Oooh La La EuroCinema
Hawaii’s dearth of art house theaters — that offer something more intellectually meaty than the garden-variety blockbuster — makes a pop-up cluster of cream-of-the-crop European flicks especially celebration-worthy. Thank the theater gods for an annual binge indulgence called EuroCinema. Or, thank people like founding board member of EuroCinema Hawaii, Chris Lee, and director of programming Anderson Le, who reportedly watches 400 of the world’s latest releases each year to bring top selections to Hawaii audiences.
Lee, who also is a producer of films such as Valkyrie (pictured here), says that when selecting the film lineup, his team simply goes for the best: Three of the 11 films showing at EuroCinema (Two Days, One Night from Belgium, The Human Capital from Italy, Beloved Sisters from Germany) are their country’s submissions for consideration for Best Foreign-language Film next year at the Academy Awards, and all of the films on the schedule had their premiere at festivals from Cannes to Berlin.
“What’s distinctive about the lineup,” says Lee, “is that a lot of these films wouldn’t come to Hawaii except for this film festival. We’re showing The Imitation Game with Benedict Cumberbatch (star of BBC’s Sherlock), which is going to be a big film, obviously. But if you look at, say, Beloved Sisters or the Dardenne Brothers’ gorgeous, brilliant Two Days, One Night with Marion Cotillard, you don’t know if those are going to get distributed in the United States.
“A few years ago, we premiered The Artist here and, of course, it’s black-and-white and silent, and we only had half a house. It was heartbreaking because there was a good chance it was going to be a breakout film, but nobody knew that at the time.”
Lee cites Paolo Virzi, director of Human Capital, as one of his favorites, and he points out that another feature, Clouds of Sils-Maria, starring Kristen Stewart and Juliette Binoche, played at Cannes but didn’t get as much notice as it deserves. On his list of must-sees are Mr. Turner (about the famed eccentric British painter) and the aforementioned Dardenne Brothers’ film.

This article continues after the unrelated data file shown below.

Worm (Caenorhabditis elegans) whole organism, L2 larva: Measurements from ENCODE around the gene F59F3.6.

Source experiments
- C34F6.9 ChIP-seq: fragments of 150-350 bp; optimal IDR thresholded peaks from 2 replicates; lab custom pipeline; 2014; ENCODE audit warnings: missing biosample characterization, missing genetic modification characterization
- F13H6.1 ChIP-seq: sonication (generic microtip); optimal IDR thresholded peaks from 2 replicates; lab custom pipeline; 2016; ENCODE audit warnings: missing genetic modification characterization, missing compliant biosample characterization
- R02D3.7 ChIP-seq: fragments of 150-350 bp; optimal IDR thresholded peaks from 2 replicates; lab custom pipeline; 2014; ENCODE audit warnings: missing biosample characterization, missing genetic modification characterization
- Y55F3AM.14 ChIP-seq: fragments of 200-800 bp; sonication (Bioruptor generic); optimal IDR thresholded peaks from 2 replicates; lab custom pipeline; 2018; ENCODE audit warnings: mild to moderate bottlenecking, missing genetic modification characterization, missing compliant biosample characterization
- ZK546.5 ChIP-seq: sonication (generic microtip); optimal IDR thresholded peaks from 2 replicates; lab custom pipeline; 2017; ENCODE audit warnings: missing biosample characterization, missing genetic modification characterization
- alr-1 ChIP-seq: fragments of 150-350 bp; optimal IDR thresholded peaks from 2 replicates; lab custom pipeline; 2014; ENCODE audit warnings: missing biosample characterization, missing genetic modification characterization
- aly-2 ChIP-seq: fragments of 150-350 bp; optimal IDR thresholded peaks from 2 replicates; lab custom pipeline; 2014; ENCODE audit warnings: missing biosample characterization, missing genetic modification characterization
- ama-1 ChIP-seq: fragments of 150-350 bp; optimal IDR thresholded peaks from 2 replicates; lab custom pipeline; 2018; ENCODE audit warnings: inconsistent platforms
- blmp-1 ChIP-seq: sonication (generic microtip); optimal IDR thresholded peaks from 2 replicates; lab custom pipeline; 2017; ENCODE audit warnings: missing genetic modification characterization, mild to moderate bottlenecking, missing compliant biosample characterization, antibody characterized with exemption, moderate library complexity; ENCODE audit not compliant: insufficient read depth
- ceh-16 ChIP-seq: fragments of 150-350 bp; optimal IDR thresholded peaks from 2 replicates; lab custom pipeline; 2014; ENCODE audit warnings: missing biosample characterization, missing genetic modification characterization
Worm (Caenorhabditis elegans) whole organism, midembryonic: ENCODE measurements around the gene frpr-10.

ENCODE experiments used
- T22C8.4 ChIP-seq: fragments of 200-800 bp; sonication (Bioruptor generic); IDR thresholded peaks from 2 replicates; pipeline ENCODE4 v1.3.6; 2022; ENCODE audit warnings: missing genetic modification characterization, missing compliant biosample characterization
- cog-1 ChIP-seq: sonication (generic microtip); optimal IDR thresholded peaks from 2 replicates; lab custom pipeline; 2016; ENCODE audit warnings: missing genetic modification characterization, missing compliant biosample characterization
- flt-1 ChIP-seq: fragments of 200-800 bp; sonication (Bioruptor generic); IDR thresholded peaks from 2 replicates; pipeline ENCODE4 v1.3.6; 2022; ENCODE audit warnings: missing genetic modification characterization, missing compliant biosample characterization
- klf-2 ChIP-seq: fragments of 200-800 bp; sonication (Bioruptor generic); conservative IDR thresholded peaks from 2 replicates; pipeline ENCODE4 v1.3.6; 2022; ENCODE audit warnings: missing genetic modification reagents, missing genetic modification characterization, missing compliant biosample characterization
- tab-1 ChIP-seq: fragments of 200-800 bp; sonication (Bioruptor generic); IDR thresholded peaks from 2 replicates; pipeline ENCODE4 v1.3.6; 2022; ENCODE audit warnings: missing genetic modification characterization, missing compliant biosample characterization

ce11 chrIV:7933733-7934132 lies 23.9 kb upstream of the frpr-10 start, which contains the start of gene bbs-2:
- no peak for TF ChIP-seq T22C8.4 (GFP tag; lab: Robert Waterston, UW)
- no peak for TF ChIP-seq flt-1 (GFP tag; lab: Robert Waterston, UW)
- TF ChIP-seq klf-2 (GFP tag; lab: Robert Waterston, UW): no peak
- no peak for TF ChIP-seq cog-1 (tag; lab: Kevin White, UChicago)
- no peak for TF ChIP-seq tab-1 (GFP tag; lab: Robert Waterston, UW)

“They are highly influential directors who nobody’s ever heard of,” says Lee. “Film-makers know who they are, but the public really hasn’t heard of them. Two Days, One Night is a frontrunner to get a nomination for an Academy Award, which they have never gotten before, and they’ve certainly been deserving.”
Also noteworthy is documentary A Year in Champagne because “everybody loves champagne,” notes Lee. Speaking of things that grow finer with age, he’s showing a restored classic, Marriage Italian Style, starring Sophia Loren and Marcello Mastroianni. Following the film will be a discussion by a film scholar, “who will explain why it was such a breakthrough film at the time it came out, and why it’s just a great film,” says Lee.
“It’s a digital restoration, so it won’t look like it’s 50 years old. It’ll look gorgeous.”
This year’s judges are John Ottman, editor and composer for the X-Men movies and The Usual Suspects; Julie Corman (see more below), and Aida Takla-O’Reilly, who has served twice as president of Hollywood Foreign Press Association, popularly known as Golden Globes. Their choices for Best Film, Best Actor, etc. will be announced at a Nov. 8 gala ceremony.
“We cover Kalakaua in red carpet,” says Lee. “It’s black tie and a lot of new, wonderful gowns come out for the evening. It’s at the Moana, which has a European elegance to it, so it’s the best possible setting for this film festival.”
What’s a gala without celebrities? On the red carpet will be young actor Brenton Thwaites, star of this summer’s
The Giver and the prince in Maleficent. With six movies coming out, he has earned EuroCinema’s Rising Star Award. Also in attendance will be EuroCinema’s Lifetime Achievement Award honorees Roger and Julie Corman.
“(Producer and director) Roger is the godfather of independent film,” notes Lee. “He and (producer) Julie and their company (New World Pictures) were responsible for starting the careers of Martin Scorsese, Francis Ford Coppola, James Cameron (and many other famed, contemporary directors).”
The Cormans, along with John Ottman, also will present master classes at UH-West Oahu (Nov. 5 and 6), hosted by UH’s Academy for Creative Media that Lee directs and which nurtures student film-makers.
Lee says his mission with EuroCinema is to “make a cultural bridge through film and to support local film students,” which includes providing a student film showcase during the festival, complete with awards and scholarships for stellar student filmmaking.
If you’re asking where European films fit into an Asian film-dominated festival, well, therein lies the answer.
“Obviously, being Hawaii, the Korean, Japanese and Chinese films are always the first to sell out,” Lee points out. “But we’re bringing in the same European films they’re showing at the New York Film Festival, at Telluride, Toronto — all of the top festivals. And they’re the ones that sell out first in those places. Our mission is to get as many people in those showings as possible. We’re very blessed to have so many great films and we just want people to come see them.”
the TICKET stub
When: Oct. 30-Nov. 9
Where: Dole Cannery Theater
Cost: Varies from individual tickets to package deals